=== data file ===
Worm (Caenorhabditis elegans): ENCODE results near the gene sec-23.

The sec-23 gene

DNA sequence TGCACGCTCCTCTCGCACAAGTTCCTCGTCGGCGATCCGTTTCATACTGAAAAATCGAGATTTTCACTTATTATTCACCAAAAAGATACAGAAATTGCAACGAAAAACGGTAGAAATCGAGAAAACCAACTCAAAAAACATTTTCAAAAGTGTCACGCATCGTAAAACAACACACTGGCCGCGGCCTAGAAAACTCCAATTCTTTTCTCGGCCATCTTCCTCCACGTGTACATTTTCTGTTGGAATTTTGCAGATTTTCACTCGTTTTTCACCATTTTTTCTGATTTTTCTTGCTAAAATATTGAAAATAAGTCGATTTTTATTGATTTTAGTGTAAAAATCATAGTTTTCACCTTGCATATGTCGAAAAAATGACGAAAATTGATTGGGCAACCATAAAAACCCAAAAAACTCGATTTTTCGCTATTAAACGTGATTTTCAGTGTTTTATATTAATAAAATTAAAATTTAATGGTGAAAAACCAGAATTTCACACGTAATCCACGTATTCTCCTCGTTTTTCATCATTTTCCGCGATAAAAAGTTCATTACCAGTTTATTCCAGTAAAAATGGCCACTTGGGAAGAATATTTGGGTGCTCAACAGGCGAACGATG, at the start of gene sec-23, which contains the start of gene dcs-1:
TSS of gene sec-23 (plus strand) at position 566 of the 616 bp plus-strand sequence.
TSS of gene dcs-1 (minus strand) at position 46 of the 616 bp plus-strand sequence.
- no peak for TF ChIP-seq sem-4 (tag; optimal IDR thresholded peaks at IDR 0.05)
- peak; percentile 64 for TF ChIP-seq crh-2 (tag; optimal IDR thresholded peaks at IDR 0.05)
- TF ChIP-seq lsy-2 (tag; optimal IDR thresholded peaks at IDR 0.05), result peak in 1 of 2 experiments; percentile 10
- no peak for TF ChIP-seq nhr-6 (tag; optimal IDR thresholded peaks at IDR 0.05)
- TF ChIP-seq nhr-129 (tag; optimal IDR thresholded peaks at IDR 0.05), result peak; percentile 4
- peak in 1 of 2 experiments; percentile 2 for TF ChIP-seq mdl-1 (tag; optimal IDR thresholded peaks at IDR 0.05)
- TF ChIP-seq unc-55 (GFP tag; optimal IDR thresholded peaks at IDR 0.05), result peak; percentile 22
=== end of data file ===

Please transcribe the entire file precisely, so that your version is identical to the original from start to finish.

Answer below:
Worm (Caenorhabditis elegans): ENCODE results near the gene sec-23.

The sec-23 gene

DNA sequence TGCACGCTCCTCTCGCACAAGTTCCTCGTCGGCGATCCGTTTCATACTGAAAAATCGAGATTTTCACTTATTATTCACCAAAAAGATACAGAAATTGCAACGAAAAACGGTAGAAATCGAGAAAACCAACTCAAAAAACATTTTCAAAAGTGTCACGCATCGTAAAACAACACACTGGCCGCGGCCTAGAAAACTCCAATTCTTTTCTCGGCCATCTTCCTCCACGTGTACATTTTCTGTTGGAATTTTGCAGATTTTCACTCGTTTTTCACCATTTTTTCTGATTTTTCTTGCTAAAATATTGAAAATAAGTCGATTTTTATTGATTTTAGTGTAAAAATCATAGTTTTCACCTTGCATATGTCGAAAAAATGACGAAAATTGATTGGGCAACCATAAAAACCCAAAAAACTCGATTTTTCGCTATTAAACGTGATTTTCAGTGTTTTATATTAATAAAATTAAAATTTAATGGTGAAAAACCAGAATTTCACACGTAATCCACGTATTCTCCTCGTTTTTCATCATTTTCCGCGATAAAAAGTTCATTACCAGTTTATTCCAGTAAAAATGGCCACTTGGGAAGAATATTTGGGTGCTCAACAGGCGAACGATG, at the start of gene sec-23, which contains the start of gene dcs-1:
TSS of gene sec-23 (plus strand) at position 566 of the 616 bp plus-strand sequence.
TSS of gene dcs-1 (minus strand) at position 46 of the 616 bp plus-strand sequence.
- no peak for TF ChIP-seq sem-4 (tag; optimal IDR thresholded peaks at IDR 0.05)
- peak; percentile 64 for TF ChIP-seq crh-2 (tag; optimal IDR thresholded peaks at IDR 0.05)
- TF ChIP-seq lsy-2 (tag; optimal IDR thresholded peaks at IDR 0.05), result peak in 1 of 2 experiments; percentile 10
- no peak for TF ChIP-seq nhr-6 (tag; optimal IDR thresholded peaks at IDR 0.05)
- TF ChIP-seq nhr-129 (tag; optimal IDR thresholded peaks at IDR 0.05), result peak; percentile 4
- peak in 1 of 2 experiments; percentile 2 for TF ChIP-seq mdl-1 (tag; optimal IDR thresholded peaks at IDR 0.05)
- TF ChIP-seq unc-55 (GFP tag; optimal IDR thresholded peaks at IDR 0.05), result peak; percentile 22